President Barack Obama declared himself a defender of religious faith Thursday, and gently chided various governments and religions for limiting religious freedom.
“Freedom of religion matters to our national security… promoting religious freedom is a key objective of U.S. foreign policy,” he said at the National Prayer Breakfast, held annually in Washington D.C.
However, Obama described religious freedom in terms of actions that aid his progressive causes.
“Religion strengthens America,” Obama said. “Brave men and women of faith have challenged our conscience and brought us closer to our founding ideals, from the abolition of slavery to civil rights, workers’ rights,” he said.
“Many of you carry on this good work today,” he told the audience. “For the child who deserves a school worthy of his dreams; for the parents working overtime to pull themselves out of poverty; for the immigrants who want to step out of the shadows” he said.
Pope Francis “inspires us with his words and deeds, his humility, his mercy and his missionary impulse to serve the cause of social justice,” Obama said. According to Catholic doctrine, the pope’s primary religious duty is saving souls.
“We sometimes see religion twisted,” Obama said, suggesting he knows best what each religion means. The twisting, he said, is intended “to justify hatred and persecution against other people just because of who they are, or how they pray or who they love.”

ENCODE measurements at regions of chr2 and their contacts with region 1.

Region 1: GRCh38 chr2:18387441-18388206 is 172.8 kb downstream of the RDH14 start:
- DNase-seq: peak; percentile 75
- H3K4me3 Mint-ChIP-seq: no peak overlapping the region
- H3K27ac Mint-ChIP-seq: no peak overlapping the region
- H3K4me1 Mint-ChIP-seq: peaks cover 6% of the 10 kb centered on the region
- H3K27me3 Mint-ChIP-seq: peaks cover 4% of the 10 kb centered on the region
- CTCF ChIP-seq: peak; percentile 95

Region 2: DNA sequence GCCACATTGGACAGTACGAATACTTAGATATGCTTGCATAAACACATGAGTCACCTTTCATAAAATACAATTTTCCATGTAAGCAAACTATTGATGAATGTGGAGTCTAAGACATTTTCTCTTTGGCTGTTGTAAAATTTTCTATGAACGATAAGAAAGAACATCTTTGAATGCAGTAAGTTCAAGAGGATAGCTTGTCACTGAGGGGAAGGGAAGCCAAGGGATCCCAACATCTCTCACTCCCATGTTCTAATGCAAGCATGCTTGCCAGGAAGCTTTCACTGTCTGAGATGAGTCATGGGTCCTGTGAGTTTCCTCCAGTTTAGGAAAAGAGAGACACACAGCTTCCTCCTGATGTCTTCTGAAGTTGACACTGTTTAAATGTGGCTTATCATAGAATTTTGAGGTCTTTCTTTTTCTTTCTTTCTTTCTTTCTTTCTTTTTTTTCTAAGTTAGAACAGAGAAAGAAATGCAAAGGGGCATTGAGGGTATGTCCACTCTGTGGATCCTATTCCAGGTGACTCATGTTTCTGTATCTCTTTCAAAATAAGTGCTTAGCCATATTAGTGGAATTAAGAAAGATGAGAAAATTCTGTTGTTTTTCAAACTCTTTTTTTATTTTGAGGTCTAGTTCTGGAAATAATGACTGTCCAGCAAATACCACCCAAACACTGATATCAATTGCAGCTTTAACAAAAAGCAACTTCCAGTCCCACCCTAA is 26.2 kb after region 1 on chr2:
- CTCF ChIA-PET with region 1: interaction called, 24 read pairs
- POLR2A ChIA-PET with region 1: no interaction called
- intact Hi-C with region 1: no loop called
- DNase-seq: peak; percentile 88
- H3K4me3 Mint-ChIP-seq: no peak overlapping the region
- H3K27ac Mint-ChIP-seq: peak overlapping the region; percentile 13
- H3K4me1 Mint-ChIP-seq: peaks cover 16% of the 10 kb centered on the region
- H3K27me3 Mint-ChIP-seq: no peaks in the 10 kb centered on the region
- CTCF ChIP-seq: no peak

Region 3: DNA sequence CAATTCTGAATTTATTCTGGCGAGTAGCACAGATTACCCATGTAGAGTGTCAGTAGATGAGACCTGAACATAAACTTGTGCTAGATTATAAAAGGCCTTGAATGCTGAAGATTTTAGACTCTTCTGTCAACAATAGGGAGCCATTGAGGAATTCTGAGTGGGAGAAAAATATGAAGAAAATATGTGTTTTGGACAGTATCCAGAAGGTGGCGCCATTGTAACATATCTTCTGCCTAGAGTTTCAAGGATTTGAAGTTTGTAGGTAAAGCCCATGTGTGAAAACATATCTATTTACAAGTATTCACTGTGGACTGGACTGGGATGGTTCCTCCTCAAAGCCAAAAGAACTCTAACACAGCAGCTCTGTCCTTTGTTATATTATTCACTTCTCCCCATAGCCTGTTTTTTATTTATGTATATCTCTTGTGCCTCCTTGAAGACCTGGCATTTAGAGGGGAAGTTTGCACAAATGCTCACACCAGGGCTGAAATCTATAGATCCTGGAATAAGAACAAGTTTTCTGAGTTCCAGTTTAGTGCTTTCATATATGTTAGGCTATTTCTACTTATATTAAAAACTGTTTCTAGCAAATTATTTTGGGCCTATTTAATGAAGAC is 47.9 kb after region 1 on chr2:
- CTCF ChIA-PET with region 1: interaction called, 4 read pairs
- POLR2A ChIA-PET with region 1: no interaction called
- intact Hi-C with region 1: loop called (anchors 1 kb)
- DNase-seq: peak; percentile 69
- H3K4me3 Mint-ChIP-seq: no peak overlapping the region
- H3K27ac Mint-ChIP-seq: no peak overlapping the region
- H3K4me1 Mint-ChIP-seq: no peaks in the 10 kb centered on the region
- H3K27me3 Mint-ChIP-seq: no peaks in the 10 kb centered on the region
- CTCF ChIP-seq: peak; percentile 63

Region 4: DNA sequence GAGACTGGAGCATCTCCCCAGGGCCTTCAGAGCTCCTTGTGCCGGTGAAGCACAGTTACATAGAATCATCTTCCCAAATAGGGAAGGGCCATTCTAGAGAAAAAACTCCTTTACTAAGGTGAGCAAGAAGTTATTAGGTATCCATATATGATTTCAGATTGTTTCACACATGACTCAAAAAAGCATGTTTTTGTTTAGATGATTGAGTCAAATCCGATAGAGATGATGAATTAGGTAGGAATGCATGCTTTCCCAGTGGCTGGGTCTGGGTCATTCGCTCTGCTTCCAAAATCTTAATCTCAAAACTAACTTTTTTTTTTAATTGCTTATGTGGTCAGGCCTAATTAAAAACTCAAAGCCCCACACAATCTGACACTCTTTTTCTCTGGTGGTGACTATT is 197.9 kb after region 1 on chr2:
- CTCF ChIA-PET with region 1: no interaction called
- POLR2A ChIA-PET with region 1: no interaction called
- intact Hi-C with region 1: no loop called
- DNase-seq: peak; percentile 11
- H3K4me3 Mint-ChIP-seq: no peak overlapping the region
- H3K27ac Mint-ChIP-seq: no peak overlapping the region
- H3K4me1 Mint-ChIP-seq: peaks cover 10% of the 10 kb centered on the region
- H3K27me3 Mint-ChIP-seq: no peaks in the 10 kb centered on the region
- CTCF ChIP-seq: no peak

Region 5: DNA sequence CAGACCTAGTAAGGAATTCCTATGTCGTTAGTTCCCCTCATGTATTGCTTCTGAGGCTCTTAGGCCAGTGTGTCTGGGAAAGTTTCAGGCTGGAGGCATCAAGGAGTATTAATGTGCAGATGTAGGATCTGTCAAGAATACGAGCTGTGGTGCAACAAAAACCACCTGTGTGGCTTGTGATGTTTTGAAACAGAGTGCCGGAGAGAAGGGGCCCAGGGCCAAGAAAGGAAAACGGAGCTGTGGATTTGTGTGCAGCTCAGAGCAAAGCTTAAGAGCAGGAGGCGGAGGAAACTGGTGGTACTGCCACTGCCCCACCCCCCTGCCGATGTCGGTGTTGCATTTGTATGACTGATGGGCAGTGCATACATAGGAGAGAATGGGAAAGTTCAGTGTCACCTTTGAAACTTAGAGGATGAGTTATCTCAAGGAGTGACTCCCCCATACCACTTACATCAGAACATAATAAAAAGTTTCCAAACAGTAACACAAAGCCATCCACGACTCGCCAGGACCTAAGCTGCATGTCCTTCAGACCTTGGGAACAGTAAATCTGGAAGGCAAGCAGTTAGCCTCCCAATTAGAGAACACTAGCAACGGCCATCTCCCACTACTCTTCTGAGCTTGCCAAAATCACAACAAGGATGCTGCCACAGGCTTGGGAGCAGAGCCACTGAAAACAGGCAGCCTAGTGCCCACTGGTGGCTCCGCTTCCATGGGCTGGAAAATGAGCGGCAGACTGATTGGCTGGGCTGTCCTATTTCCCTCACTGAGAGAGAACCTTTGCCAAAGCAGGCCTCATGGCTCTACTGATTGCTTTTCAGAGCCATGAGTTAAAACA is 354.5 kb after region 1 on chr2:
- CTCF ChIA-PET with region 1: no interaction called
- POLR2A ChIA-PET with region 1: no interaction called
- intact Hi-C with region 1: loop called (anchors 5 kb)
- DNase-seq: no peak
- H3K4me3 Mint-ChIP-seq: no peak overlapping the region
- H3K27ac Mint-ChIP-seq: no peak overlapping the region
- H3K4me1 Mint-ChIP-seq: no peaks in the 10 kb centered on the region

The phrase “who they love” is commonplace in Obama’s speeches, and evokes the progressive demand that homosexuality be given equal legal and social status as heterosexuality. It is frequently used by Obama to criticize Christians’ elevation of heterosexuality, and demotion of homosexuality.
He repeated the claim of superior knowledge when he declared that “extremists” — his usual euphemism for Islamic jihadis in Al Qaida — “succumb to an ignorant nihilism that shows they don’t understand the faiths they claim to profess.”
“The killing of the innocent is never fulfilling God’s will; in fact, it’s the ultimate betrayal of God’s will,” said president Obama.
The longstanding constitutional “wall of separation” that shields religions from government power in the United States has been an increasingly contentious issue since 2012, when Obama and his aides imposed a regulation requiring religious groups to fund abortion-related medical services via the government-run Obamacare network. The regulation is now in partial suspension, pending a review by the U.S. Supreme Court. (RELATED: Obama says ‘freedom of religion is under threat’ as Catholics sue administration)
When Obama turned his attention to earthly powers, he offered a few gentle criticism of his fellow government leaders around the world
“You see governments engaging in discrimination and violation against the faithful,” Obama said.
He suggested that Muslims were being oppressed by the governments of China and Burma, and suggested that Burma would remain diplomatically isolated until it ensures better treatment of local Muslims and Christians.
Obama cited the Muslim vs. Christian war in the Central African Republic. He did not mention the large-scale jihad attacks on Christians in Nigeria.
He also criticized North Korea and Iran for jailing two Christians. The U.S. government is doing “everything in our power to secure [the] release” of the American Christian in Korea, he said. The U.S. government will “continue to work for [the] freedom” of the jailed Iranian Christian, he said.